As a former teacher, movies of books were both a blessing and a curse. A blessing because the films sometimes held interesting interpretations of the books, or really brought the characters to life in a way that resonated with how we had seen them as we read. They were a treasure trove of conversation points as we compared the two arts.
And then there were the kids who either only watched the movies, rather than reading the books, or who were so very visual that they were unable to come up with their own ideas of what the characters looked or acted like (I’m looking at you here, Peter Jackson and The Lord of the Rings).
As a reader, I like to create my own interpretations of books. Of characters, of settings, of stories. If I really, really love a book, I will often avoid seeing a movie version altogether (especially if it’s rumored to be awful – I’m looking at you here, The House of the Spirits), because I want to hang on to the world I’ve created in my head.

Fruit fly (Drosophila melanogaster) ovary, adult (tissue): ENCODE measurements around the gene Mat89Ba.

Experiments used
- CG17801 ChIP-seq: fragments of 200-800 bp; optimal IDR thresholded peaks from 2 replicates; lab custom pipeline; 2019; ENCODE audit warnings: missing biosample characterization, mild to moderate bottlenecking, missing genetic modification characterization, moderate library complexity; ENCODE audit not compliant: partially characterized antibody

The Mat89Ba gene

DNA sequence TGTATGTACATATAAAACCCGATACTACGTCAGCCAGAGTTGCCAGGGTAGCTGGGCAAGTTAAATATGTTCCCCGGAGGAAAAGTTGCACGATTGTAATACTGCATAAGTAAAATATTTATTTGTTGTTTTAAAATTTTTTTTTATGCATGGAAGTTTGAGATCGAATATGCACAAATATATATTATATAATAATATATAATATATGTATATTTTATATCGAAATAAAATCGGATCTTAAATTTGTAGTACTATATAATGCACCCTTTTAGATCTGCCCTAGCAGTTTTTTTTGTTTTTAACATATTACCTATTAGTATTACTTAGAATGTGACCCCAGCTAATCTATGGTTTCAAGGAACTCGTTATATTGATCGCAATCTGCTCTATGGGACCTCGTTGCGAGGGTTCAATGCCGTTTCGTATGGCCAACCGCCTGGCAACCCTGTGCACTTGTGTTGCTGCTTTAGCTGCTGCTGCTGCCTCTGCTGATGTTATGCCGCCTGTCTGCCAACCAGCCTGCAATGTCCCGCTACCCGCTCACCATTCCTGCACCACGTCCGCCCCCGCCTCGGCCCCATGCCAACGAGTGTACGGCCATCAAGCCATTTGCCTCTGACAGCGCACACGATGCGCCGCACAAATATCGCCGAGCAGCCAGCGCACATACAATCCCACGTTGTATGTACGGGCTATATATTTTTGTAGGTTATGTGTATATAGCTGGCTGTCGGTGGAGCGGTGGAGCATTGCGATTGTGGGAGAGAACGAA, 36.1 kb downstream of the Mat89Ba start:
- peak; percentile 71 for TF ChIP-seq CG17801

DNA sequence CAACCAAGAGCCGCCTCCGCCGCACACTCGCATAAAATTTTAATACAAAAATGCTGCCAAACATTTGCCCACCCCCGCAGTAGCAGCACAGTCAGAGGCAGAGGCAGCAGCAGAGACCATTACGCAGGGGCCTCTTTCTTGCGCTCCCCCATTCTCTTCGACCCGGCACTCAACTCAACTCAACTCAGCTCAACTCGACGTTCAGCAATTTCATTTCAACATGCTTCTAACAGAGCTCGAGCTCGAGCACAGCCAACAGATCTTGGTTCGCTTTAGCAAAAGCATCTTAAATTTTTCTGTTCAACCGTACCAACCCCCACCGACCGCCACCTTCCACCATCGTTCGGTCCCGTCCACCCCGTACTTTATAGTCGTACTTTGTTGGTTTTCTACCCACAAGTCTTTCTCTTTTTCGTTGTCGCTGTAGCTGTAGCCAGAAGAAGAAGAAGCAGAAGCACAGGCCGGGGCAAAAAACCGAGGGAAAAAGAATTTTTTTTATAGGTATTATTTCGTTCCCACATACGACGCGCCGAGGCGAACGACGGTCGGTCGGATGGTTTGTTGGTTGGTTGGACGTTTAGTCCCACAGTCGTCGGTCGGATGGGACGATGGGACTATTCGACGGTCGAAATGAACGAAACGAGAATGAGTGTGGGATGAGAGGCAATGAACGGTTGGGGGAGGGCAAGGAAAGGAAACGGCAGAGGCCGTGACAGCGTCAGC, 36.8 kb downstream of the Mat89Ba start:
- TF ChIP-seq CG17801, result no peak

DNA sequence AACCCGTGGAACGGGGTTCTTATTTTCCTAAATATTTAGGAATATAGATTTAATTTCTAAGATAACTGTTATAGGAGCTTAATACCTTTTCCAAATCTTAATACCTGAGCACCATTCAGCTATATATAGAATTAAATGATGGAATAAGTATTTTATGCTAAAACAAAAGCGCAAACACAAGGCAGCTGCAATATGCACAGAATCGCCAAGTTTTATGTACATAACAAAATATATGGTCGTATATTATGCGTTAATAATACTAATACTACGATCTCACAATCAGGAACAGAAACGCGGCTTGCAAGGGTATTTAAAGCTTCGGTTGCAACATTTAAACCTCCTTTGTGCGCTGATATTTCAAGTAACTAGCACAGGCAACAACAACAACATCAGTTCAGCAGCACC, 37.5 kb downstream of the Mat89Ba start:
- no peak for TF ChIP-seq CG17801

And even if the movie is not bad, I am invariably disappointed by it in some way, not because it’s bad on its own, but because it just can’t hold a candle to the world I create in my mind as I read (I’m looking at you here, Harry Potter).
And as a writer, I know that there are many, many gifted screenwriters out there with their own unique, wonderful ideas for stories that they created specifically to tell them on the screen, and I think it’s a shame when they miss getting a shot because we’re re-creating a property instead.
I’ve skipped over a lot of the excellent reasons people do make movies out of books in order to focus on my reservations. But what do you think?
Do the benefits of having a book made into a movie outweigh the drawbacks?
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